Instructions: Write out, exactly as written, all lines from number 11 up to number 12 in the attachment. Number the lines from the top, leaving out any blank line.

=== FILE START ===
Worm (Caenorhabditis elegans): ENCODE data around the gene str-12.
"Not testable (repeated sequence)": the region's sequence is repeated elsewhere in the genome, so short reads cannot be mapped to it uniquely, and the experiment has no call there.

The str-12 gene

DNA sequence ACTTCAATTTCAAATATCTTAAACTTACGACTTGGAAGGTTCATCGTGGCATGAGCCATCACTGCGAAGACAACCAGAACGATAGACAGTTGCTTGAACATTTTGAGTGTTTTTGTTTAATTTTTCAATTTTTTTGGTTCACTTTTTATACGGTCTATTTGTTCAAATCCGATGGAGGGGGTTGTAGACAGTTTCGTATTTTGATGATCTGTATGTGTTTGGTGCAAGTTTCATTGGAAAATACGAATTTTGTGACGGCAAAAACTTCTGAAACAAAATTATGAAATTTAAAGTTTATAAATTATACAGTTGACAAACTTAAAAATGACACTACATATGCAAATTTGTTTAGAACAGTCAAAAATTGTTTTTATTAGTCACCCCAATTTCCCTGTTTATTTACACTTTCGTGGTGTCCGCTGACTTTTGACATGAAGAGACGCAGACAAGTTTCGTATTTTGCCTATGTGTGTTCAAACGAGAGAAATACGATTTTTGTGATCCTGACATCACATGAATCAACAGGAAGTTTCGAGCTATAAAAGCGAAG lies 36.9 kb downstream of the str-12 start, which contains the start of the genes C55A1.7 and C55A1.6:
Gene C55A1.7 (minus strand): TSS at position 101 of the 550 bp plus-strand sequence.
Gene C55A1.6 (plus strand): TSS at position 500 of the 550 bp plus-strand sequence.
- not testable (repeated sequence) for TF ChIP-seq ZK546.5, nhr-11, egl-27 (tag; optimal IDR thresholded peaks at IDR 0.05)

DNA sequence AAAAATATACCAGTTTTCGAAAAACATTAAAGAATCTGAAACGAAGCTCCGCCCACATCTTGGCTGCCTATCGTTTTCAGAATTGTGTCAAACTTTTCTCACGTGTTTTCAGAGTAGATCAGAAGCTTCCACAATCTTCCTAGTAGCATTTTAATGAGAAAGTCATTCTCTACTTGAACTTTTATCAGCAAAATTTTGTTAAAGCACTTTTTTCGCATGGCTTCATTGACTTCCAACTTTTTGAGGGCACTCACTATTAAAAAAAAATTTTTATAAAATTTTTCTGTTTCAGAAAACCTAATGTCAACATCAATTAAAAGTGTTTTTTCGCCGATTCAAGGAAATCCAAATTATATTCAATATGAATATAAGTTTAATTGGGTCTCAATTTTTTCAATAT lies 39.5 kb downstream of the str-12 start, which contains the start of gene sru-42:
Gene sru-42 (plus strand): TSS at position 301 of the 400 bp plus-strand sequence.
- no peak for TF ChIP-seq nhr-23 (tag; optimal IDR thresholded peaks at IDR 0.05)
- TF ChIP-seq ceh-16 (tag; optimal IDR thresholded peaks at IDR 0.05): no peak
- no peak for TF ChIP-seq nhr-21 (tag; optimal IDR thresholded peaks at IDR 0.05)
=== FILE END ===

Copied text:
- TF ChIP-seq ceh-16 (tag; optimal IDR thresholded peaks at IDR 0.05): no peak
- no peak for TF ChIP-seq nhr-21 (tag; optimal IDR thresholded peaks at IDR 0.05)